The case of the schoolboy rowers
Two St Bede’s schoolboy rowers were alleged to have breached airport security in Auckland by riding on the baggage carousel into a secure area.
Airport security and the police investigated and issued each boy with a warning.
The school’s head rowing coach reported the incident to the school and in accordance with an agreement signed by the boys and their parents they were disciplined by being removed from the team to compete at the Maadi Cup inter-school rowing regatta.
The boys’ parents obtained an interim injunction that allowed the boys to compete in the regatta pending a full hearing of the parents’ challenge to the disciplinary action.
Much has been said on social media about the legal action taken by the parents, but what did the judge actually say in the court’s decision?
1. This was an interim decision and it did not imply the school’s actions were incorrect.
2. There was a possibility that the school had failed to provide proper process.
3. The school decided on the disciplinary outcome based on the report of someone not present at the incident.
4. It may not have allowed the boys (or parents) any opportunity to be heard on the alleged misbehaviour.
5. It may not have taken into account all information to assess whether the punishment was proportionate to the alleged misbehaviour, such as the consequences of the disciplinary action and its effect on other team members, parents and sponsors.
6. The granting of the injunction was to preserve the position as far as possible of the boys, the school and innocent third parties.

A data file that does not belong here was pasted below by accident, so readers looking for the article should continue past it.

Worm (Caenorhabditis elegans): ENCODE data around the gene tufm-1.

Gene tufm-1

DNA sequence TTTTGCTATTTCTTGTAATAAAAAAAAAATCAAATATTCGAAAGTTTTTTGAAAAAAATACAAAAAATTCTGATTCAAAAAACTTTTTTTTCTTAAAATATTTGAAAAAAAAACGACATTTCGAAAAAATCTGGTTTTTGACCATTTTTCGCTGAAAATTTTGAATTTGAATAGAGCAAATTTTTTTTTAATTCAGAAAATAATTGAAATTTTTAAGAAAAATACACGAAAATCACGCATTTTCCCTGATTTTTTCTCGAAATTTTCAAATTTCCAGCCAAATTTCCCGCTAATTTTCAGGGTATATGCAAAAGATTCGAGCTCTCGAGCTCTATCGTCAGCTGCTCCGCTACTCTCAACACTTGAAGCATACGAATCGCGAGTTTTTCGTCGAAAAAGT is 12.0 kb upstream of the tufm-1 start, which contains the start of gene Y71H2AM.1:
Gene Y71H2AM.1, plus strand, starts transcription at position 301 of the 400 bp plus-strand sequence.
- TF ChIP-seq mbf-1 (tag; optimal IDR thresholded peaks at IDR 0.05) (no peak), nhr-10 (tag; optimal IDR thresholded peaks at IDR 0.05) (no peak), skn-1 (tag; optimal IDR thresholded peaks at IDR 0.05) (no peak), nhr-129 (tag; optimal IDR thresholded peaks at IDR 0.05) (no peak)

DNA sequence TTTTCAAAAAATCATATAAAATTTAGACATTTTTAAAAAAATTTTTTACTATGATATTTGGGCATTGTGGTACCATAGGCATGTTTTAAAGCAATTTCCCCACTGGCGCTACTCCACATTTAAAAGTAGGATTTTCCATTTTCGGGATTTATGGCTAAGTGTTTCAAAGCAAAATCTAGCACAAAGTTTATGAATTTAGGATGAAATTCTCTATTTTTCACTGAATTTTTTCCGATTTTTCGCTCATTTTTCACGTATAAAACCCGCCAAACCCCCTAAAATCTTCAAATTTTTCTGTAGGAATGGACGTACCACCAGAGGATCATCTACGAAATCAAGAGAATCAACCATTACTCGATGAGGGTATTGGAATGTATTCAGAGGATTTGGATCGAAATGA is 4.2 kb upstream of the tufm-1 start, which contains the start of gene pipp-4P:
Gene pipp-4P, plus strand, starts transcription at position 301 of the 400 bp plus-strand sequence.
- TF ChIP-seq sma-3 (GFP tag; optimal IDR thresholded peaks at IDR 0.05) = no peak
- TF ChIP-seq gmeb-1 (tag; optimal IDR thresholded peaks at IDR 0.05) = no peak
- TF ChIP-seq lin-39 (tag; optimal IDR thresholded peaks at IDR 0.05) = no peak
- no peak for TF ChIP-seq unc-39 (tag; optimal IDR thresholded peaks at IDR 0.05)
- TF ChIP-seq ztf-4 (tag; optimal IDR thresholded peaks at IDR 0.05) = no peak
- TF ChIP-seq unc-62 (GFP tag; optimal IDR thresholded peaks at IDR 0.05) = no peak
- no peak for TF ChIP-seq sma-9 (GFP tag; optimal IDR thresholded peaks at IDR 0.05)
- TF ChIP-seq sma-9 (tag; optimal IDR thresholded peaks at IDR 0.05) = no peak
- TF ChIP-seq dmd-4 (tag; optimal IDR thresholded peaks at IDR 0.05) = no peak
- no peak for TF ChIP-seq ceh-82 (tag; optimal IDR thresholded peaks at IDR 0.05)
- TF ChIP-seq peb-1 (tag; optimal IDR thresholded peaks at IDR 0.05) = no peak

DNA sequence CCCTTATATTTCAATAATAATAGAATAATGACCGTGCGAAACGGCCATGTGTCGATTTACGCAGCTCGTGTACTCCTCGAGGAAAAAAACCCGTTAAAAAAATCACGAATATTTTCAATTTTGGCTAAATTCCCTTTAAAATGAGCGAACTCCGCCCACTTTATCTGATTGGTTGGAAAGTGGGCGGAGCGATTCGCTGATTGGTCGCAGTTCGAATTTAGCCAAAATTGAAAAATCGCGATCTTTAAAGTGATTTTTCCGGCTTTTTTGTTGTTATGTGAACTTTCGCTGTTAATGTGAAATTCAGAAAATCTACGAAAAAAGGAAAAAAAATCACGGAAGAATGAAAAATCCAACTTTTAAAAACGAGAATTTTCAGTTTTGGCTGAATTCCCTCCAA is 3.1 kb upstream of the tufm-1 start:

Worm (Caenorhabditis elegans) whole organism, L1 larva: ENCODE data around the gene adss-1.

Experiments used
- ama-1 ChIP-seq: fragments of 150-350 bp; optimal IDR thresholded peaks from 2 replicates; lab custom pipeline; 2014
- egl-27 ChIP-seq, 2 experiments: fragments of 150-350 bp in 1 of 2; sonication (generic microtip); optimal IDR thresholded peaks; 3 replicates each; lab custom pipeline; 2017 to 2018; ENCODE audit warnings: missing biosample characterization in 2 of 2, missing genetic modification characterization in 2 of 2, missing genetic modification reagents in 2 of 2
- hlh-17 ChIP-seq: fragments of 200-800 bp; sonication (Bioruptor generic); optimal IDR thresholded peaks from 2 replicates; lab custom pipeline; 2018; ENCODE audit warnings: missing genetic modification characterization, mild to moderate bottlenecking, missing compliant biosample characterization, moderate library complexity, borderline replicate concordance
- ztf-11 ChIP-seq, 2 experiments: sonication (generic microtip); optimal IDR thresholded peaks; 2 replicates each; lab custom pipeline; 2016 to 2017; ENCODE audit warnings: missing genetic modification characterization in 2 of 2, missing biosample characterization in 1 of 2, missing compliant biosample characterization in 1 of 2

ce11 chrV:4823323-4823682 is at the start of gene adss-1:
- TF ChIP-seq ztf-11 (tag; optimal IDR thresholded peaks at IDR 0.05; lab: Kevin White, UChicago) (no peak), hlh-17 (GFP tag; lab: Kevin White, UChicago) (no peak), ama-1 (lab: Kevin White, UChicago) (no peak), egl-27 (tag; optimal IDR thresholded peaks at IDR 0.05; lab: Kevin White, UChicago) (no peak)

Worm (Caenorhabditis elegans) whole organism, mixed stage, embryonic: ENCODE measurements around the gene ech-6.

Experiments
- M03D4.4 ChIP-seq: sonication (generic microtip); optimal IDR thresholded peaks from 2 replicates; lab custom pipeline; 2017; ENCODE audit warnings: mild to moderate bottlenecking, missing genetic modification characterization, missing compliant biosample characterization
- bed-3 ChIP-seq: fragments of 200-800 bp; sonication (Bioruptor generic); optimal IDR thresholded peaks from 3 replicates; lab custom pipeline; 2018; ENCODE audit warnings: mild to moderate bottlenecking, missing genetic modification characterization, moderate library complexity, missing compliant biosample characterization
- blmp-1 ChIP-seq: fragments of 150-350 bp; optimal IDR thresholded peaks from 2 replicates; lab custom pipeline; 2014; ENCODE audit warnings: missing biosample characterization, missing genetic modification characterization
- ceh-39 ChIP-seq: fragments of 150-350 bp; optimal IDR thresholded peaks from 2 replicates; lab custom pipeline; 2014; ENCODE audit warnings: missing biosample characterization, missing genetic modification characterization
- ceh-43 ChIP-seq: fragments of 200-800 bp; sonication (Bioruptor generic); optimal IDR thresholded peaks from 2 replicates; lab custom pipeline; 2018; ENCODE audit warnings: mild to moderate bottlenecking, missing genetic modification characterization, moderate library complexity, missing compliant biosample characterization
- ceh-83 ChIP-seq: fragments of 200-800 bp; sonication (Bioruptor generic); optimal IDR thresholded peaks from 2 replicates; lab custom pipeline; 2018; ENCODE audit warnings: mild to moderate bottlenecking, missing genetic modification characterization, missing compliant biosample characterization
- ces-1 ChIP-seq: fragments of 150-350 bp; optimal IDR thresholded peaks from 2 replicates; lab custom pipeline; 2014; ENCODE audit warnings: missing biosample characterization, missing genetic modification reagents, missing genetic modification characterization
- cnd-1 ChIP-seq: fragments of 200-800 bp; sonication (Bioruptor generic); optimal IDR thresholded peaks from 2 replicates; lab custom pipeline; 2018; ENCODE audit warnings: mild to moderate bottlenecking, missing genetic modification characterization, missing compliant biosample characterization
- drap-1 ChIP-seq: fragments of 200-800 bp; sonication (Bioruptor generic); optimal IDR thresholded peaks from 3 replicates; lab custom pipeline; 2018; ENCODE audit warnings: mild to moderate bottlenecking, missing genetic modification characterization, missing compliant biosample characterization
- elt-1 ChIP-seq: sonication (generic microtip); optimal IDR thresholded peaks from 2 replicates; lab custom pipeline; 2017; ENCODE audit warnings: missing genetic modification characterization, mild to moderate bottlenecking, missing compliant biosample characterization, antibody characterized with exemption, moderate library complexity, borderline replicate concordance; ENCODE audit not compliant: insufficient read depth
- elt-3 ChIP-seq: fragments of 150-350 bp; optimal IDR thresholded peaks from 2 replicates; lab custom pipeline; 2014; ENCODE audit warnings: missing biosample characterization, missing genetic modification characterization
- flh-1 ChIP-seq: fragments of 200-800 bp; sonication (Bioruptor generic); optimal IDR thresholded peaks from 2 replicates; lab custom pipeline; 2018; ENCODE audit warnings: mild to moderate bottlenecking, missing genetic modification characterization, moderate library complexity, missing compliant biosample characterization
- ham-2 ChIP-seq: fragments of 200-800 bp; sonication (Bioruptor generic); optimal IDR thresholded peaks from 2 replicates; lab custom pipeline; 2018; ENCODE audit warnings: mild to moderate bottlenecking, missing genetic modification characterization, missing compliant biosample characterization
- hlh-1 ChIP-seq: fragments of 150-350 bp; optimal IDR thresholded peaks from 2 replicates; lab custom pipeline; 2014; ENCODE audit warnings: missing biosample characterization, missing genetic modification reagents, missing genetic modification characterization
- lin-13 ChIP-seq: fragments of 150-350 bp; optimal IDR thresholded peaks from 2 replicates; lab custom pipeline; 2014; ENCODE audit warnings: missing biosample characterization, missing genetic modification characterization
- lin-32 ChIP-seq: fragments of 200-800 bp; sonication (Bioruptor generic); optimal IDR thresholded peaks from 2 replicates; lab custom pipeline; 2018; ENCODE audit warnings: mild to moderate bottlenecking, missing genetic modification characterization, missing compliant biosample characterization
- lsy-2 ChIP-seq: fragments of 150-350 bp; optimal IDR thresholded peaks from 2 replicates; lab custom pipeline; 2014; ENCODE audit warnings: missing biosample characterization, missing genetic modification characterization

If an injunction was not granted the boys could not compete and that would have permanent and final consequences, whereas other disciplinary consequences can still be imposed, if appropriate, after further investigation.
The full facts will not emerge until there is a substantive hearing, but on the limited information available, the possible faults of the school were ones of process rather than substance.
Getting the disciplinary process right in the education setting (just as for employment or professional matters) is the foundation of upholding decisions reached.
The school had to act quickly, because the regatta was to start in a couple of days, but appeared to have possibly jumped to a conclusion and skipped the investigation and response to the allegations steps.
That left its decision vulnerable to the parents’ challenge.
If the school had given the other witnesses, the boys and their parents an opportunity to have input before reaching a disciplinary conclusion and had imposed a penalty proportionate to the misbehaviour, it is far less likely a court would intervene in the disciplinary process.
The boys and parents had signed an agreement that pupils could be sent home if they broke school rules or society’s laws.
In this case the school rules and aviation laws were very clear.
( Unlike the much- publicised haircut case last year when the school rule was so unclear no parent could interpret them and ensure their child complied and there was evidence that the rule had not been broken at all. The pupil’s hair, when tied up, was clear of the collar, out of the eyes and of a natural colour.)
In the rowing case, both boys went on to compete, but neither was selected to go further at a national level.